GOFFSTOWN, N.H. (AP) — Chris Christie is pressing people in New Hampshire to avoid voting for a first-time senator in the coming presidential primary, and holding out Barack Obama as an example of what can happen when they do.
"The U.S. Senate is like school," he told a packed firehouse Wednesday. "They tell you where to go, what time to show up, what kind of questions you're going to get." The New Jersey governor said, "That's not the way it works when you're a governor, I can tell you. The issues come at you from every direction at all hours of the day and the night."
Christie's remarks were a swipe Sens. Marco Rubio and Ted Cruz, two rising contenders for the GOP nomination. He's competing in particular with Rubio in New Hampshire, the state where Christie has pinned his presidential hopes. Christie's pitch centers on his executive experience as governor and a former U.S. attorney.
He said voters should have learned a lesson from electing Obama, who was in his first term in the Senate when he ran in 2008 and won the presidency.
"When the American people elected (Obama), they knew he had never run anything bigger than a 30-person Senate staff," Christie said. "We as a country put him in charge of the largest, most complex government the world has ever known, and we wonder why things aren't working the right way."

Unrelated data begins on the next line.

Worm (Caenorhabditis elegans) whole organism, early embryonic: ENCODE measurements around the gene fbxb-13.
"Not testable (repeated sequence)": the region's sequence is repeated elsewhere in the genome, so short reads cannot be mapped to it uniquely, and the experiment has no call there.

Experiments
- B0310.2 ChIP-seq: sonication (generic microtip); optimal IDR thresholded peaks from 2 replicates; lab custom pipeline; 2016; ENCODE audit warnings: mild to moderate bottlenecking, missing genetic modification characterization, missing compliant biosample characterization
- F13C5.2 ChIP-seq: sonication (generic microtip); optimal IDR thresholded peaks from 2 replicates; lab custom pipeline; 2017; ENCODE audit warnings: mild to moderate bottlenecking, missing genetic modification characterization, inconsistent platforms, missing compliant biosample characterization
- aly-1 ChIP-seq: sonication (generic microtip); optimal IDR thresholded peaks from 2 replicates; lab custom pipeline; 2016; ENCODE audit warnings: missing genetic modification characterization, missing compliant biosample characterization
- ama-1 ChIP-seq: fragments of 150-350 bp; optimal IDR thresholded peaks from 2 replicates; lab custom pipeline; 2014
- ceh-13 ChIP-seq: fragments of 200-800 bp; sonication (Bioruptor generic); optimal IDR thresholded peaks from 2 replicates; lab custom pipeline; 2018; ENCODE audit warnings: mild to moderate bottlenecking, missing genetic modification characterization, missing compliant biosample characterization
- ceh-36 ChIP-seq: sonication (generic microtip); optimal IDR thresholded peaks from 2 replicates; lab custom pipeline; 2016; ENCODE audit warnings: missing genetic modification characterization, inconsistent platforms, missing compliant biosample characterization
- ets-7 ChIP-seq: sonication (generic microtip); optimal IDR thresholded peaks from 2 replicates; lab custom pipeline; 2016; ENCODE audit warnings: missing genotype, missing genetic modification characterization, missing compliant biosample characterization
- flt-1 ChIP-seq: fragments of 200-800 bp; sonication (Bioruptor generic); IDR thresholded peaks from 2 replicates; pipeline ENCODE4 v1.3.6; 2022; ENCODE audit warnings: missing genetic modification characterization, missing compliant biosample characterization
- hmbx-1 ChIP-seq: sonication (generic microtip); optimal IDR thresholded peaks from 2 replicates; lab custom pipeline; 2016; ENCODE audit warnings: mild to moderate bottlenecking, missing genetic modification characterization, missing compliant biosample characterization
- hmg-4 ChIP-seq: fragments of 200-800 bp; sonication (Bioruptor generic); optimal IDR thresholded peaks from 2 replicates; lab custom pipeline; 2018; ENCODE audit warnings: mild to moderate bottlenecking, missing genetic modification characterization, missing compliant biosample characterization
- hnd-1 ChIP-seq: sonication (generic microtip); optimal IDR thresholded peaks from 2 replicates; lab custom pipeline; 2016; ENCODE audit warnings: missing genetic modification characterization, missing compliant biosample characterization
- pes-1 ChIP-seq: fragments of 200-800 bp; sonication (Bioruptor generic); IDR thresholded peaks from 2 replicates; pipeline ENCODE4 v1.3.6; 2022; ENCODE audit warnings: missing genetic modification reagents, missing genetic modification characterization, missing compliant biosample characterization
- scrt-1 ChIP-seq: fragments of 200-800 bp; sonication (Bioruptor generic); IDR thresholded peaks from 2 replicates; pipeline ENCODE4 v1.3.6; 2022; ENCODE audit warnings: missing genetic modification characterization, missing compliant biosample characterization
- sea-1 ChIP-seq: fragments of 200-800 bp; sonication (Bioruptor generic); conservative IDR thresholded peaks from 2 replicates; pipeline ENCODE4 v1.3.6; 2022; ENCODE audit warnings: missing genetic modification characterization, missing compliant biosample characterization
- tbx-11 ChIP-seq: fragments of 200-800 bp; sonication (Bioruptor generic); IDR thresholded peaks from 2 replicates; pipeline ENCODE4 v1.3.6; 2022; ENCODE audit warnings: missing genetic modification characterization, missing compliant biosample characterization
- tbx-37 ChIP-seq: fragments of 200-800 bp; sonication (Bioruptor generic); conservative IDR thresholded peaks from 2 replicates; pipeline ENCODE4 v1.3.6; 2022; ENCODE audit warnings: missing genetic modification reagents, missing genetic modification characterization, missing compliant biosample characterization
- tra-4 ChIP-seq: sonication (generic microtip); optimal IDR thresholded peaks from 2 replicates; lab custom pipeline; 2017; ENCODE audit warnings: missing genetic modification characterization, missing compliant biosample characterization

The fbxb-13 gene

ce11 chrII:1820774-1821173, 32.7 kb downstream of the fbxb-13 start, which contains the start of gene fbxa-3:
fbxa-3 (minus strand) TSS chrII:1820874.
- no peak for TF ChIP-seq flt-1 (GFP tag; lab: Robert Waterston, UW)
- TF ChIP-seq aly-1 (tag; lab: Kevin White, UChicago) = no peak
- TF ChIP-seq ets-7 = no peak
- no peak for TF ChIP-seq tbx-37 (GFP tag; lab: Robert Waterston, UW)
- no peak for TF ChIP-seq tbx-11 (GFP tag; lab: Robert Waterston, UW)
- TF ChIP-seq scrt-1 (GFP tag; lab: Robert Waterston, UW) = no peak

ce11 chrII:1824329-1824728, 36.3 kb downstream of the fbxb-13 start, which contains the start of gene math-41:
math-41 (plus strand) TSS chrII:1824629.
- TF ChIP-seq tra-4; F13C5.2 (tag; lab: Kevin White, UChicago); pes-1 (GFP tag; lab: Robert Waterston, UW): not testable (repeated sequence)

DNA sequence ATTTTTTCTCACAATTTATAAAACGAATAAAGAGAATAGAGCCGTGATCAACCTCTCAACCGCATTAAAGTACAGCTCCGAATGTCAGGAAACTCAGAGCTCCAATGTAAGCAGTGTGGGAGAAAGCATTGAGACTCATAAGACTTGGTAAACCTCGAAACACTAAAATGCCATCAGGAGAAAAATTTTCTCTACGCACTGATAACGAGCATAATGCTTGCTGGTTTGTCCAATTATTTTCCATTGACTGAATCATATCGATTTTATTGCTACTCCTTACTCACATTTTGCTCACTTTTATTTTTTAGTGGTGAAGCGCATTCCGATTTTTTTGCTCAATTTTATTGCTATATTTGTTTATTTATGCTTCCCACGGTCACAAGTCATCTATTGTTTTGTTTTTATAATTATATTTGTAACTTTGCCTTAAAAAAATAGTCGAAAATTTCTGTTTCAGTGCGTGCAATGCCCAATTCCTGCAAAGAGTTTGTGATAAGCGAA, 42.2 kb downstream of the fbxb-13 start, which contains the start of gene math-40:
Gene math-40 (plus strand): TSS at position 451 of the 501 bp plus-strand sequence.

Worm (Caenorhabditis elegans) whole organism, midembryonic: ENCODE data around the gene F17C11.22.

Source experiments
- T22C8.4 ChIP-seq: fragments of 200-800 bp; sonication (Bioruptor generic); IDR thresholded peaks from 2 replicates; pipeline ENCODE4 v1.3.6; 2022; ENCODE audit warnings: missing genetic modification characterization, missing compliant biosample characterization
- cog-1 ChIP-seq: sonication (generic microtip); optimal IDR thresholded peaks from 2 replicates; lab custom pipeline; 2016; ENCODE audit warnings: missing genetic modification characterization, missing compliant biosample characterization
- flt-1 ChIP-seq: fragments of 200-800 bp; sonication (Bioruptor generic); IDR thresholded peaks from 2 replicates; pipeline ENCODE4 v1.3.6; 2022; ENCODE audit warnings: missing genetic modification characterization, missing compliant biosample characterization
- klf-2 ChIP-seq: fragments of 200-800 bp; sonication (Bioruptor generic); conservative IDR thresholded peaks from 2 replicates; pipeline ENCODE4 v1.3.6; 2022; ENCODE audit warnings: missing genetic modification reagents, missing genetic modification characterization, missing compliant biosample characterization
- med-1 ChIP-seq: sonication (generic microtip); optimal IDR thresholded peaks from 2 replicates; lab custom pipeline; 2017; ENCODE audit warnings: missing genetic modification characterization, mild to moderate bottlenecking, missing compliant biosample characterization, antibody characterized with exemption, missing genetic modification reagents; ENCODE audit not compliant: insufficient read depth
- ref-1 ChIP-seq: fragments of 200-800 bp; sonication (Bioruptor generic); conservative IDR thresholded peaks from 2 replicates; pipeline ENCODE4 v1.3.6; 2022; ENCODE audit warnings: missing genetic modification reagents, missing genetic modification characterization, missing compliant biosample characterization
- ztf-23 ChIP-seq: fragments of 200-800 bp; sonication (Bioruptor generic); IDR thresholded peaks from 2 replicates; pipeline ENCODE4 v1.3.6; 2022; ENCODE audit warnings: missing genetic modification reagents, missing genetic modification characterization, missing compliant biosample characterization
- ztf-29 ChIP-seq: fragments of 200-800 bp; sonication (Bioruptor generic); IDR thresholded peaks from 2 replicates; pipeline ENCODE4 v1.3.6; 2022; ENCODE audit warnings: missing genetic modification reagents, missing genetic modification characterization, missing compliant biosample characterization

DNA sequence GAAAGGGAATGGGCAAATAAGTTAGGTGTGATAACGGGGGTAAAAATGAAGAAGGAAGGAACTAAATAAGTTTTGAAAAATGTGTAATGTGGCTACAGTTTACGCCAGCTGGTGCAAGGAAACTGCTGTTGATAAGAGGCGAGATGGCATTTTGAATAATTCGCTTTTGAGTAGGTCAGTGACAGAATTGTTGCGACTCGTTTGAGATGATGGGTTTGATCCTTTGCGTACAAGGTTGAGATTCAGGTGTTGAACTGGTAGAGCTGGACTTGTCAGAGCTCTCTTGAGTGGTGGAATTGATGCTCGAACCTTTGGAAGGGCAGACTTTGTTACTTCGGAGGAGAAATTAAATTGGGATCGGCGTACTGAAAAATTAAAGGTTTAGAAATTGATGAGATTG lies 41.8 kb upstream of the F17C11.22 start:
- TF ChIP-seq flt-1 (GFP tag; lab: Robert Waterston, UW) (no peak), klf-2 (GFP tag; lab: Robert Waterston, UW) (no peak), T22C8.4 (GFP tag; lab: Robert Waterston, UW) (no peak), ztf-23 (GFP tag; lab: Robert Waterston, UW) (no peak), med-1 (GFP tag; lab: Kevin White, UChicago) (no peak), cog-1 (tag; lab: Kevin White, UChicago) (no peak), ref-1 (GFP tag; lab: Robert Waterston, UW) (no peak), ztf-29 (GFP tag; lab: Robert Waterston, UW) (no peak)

Christie has seen his stock rise in New Hampshire as people search for an alternative to Donald Trump, who continues to dominate preference polls in the first primary state, which votes Feb. 9.
Christie casts himself as a tested governor who can take on threats from the Islamic State and other terrorist organizations and often questions whether the rest of the candidates possess the experience to make tough decisions.
He'll join six other candidates, Rubio and Cruz among them, on stage Thursday night for the next Republican primary debate. But he told voters to be thinking farther ahead, to when the Republican nominee is on stage debating Hillary Clinton, who he presumes will win the Democratic nomination. If an untested candidate makes it to that stage, Christie said, Clinton will "eat you alive."
"She will pat some people on the head and cut their hearts out," he said. "Let me guarantee you one thing: She won't do that to a guy from New Jersey."